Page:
Undocumented Immigrant People’s Rights
I am going to write about undocumented immigrant people’s rights in the United States. This topic is interesting because undocumented people face a lot of challenges when living in the United States and attempting to find their own American Dream. The Latino community in the United States has embraced the fight for migrant people’s rights for decades, and recently have become even more politically active in order to gain more rights for undocumented immigrants.
This topic is relevant because marginalized people seeking to gain rights is very important to the people seeking the rights themselves, and to future generations of people. The Chicano Movement of the 1960’s defined Chicano identity and empowered many Chicanos of that generation (both with citizenship and without) to stand up for themselves and their rights. Since the 1970’s, the Chicano Movement has lost its way, but Chicanos, and the problems affecting their communities have not vanished. An article by Mike Leyba, that was published in the Huffington post in late 2015, brings attention to the disparities in wealth, representation, and opportunities in Latino communities and calls for a “new Chicano Movement” to form as a response to these inequalities.
This topic is controversial because there are people who oppose the expansion of rights for undocumented immigrants. Not only are there people who oppose undocumented immigrant people’s rights, there are people who are actively working to further marginalize undocumented immigrants. It has been (re)discovered that racism is still prevalent in the United States today thanks to Donald Trump’s overt racism and the large following that he has gained from it. Donald Trump has specifically said he was planning on deporting 11 million undocumented immigrants. According to an article by BreitBart website, as of late April, Donald Trump has received over 8 million votes. So that means as of late April, there was 8 million people who may not have agreed with Donald Trump’s idea to deport 11 million people, but those 8 million people were complacent with the idea enough to vote for him. This also means that 8 million people have supported Donald Trump’s extreme nativism, which is rooted in racial discrimination. Donald Trump expresses his racism against Latinos as nativist ideas. Donald Trump, as well as other people who oppose undocumented immigration and immigrants use nativism and pro-border control sentiment as a legal way to express racially based oppression.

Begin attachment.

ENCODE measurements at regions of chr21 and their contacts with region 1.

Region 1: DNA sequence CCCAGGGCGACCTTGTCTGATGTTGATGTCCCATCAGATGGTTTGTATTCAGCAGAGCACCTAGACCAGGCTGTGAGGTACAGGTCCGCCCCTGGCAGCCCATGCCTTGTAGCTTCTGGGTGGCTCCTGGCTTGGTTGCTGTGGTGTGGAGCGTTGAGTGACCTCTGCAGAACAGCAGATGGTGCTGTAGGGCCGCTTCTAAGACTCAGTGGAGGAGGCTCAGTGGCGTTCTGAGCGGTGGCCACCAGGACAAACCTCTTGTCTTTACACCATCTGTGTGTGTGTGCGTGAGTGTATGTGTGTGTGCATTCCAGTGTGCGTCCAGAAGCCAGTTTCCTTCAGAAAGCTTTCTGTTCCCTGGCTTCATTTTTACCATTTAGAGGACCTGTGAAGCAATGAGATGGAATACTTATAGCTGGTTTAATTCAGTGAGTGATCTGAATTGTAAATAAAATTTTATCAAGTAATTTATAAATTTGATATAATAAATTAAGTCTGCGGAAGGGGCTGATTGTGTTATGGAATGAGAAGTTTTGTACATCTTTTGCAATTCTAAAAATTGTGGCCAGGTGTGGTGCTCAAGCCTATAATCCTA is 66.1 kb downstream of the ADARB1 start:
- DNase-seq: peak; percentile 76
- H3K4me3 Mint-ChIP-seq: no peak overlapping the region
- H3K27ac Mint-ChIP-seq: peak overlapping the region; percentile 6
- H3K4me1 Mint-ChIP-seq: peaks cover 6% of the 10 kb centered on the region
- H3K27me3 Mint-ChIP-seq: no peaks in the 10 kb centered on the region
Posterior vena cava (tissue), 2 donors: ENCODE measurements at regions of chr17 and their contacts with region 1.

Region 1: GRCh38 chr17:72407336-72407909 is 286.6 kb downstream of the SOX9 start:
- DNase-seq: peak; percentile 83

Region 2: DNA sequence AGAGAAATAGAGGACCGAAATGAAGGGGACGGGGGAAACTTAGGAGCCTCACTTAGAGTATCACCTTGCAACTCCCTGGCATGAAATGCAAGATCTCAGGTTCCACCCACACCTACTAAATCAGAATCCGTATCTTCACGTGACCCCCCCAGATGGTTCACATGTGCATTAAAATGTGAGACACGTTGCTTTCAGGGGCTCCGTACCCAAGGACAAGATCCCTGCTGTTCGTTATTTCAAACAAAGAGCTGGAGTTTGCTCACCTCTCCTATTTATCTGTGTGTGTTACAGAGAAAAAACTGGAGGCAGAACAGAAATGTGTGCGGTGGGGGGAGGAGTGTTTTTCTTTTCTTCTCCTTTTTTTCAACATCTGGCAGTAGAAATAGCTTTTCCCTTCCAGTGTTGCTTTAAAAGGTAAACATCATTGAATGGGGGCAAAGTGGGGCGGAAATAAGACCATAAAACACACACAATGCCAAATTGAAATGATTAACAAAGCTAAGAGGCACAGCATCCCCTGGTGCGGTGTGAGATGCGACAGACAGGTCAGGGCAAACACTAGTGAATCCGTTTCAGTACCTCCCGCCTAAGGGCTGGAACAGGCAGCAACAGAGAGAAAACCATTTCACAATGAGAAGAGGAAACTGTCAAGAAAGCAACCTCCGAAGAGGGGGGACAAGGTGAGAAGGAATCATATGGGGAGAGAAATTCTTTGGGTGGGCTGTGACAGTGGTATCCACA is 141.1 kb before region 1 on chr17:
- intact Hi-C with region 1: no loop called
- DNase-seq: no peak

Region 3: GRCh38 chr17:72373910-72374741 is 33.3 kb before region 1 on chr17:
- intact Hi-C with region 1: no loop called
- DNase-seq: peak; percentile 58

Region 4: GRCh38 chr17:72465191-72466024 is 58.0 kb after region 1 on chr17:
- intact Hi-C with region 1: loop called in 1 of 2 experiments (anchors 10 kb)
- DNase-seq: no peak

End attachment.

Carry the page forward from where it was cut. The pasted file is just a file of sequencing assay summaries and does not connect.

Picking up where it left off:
The first challenge within an undocumented person’s life in the United States is the labelling of “illegal immigrant”. The phrase “illegal” has been perpetuated in the media since the 1980’s and creates an automatic bias unfavorable to undocumented people. The term “illegal” is used to dehumanize undocumented immigrants and increase anti-Mexican sentiment among people already pre-dispositioned to conservative nativism and pride.
Another challenge undocumented people face in their lives in the United States is being mistreated in their jobs. An occupation that is easily accessible to undocumented immigrants is being a farm worker. While looking for work as a farm worker is not hard, the job itself is very physically and emotionally demanding. In addition to working one of the most demanding and laborious jobs of all time, farm workers are not often paid fair wages, and are often found to be victims of sexual assault. An article published in the New York Times states that female farmworkers make an average of $5,000 less than male farmworkers and that between 2010 and 2012 and of 200 female farmworkers, over half of them either had experienced sexual assault or knew someone who had. Farmworking jobs are jobs often held by undocumented immigrants who are vulnerable to mistreatment due to fear of deportation if they were to speak out.
Rights already held by undocumented immigrants consist of access to public services like education and emergency healthcare, and in California, the right to recieve a driver’s license. A new right recently given to undocumented immigrants in California is the expansion of healthcare to 170,000 undocumented immigrant children. An article published by a San Francisco newspaper, El Tecolote stated that as of May 1, children of undocumented immigrants had access to healthcare which meant for parents of immigrant children, one less thing to worry about. Undocumented people often do not have a lot of extra money to spend and enabling their children access to more affordable medical coverage allows for better overall health, and the resources to get vaccines, which are required for a child in California to attend school. These positive gains in rights for undocumented people alleviates some of the issues that have been affecting their communities for decades.
Recently also, more and more undocumented immigrants and children of undocumented immigrants have become even more outspoken and proud of their undocumented status. One high school valedictorian in Texas announced her status as undocumented in her high school graduation speech as an act of resistance and criticism of the immigration system within the United States today. The concept of empowerment through revealing undocumented status is not new, there are organizations like Define America and Immigrant Youth Justice League who focus on empowering people through becoming open about their own status.